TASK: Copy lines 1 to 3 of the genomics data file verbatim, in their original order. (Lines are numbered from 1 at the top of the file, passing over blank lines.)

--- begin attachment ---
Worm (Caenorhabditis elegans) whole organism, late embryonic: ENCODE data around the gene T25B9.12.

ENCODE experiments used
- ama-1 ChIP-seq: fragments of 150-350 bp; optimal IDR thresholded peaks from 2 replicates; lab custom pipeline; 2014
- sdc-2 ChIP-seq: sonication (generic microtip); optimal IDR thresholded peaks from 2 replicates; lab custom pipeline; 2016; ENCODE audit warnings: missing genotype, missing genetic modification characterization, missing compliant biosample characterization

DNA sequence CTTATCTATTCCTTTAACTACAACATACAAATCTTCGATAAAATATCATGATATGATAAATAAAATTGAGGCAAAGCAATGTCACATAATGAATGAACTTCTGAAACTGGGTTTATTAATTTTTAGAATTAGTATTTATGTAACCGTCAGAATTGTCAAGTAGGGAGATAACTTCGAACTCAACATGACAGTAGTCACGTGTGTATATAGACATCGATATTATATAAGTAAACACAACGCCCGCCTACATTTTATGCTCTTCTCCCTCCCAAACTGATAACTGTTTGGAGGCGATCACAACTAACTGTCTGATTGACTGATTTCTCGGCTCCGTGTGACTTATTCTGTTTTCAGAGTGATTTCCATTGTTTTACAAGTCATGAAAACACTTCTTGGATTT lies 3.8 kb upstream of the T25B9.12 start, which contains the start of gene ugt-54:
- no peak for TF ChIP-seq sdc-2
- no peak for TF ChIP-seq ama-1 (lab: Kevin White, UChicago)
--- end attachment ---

Worm (Caenorhabditis elegans) whole organism, late embryonic: ENCODE data around the gene T25B9.12.

ENCODE experiments used
- ama-1 ChIP-seq: fragments of 150-350 bp; optimal IDR thresholded peaks from 2 replicates; lab custom pipeline; 2014